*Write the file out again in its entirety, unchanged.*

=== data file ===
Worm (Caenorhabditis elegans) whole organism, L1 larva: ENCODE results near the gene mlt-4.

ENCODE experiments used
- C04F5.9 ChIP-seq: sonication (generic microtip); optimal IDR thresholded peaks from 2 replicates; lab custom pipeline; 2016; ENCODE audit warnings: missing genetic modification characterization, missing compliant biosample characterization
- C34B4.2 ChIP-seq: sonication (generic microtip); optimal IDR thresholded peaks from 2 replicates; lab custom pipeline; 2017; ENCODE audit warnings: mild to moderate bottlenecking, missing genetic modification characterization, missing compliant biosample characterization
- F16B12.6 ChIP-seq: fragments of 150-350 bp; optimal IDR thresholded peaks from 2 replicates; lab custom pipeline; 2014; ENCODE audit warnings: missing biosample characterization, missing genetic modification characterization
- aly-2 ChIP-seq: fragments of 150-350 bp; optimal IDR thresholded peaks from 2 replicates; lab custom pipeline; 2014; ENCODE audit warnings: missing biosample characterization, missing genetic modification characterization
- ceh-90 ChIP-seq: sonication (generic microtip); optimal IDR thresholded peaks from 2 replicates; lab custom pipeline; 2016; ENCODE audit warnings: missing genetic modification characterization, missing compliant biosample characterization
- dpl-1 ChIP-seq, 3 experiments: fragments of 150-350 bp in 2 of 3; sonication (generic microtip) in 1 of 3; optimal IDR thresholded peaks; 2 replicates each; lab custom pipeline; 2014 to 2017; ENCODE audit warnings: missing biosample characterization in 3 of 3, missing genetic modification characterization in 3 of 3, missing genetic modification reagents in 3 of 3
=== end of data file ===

Worm (Caenorhabditis elegans) whole organism, L1 larva: ENCODE results near the gene mlt-4.

ENCODE experiments used
- C04F5.9 ChIP-seq: sonication (generic microtip); optimal IDR thresholded peaks from 2 replicates; lab custom pipeline; 2016; ENCODE audit warnings: missing genetic modification characterization, missing compliant biosample characterization
- C34B4.2 ChIP-seq: sonication (generic microtip); optimal IDR thresholded peaks from 2 replicates; lab custom pipeline; 2017; ENCODE audit warnings: mild to moderate bottlenecking, missing genetic modification characterization, missing compliant biosample characterization
- F16B12.6 ChIP-seq: fragments of 150-350 bp; optimal IDR thresholded peaks from 2 replicates; lab custom pipeline; 2014; ENCODE audit warnings: missing biosample characterization, missing genetic modification characterization
- aly-2 ChIP-seq: fragments of 150-350 bp; optimal IDR thresholded peaks from 2 replicates; lab custom pipeline; 2014; ENCODE audit warnings: missing biosample characterization, missing genetic modification characterization
- ceh-90 ChIP-seq: sonication (generic microtip); optimal IDR thresholded peaks from 2 replicates; lab custom pipeline; 2016; ENCODE audit warnings: missing genetic modification characterization, missing compliant biosample characterization
- dpl-1 ChIP-seq, 3 experiments: fragments of 150-350 bp in 2 of 3; sonication (generic microtip) in 1 of 3; optimal IDR thresholded peaks; 2 replicates each; lab custom pipeline; 2014 to 2017; ENCODE audit warnings: missing biosample characterization in 3 of 3, missing genetic modification characterization in 3 of 3, missing genetic modification reagents in 3 of 3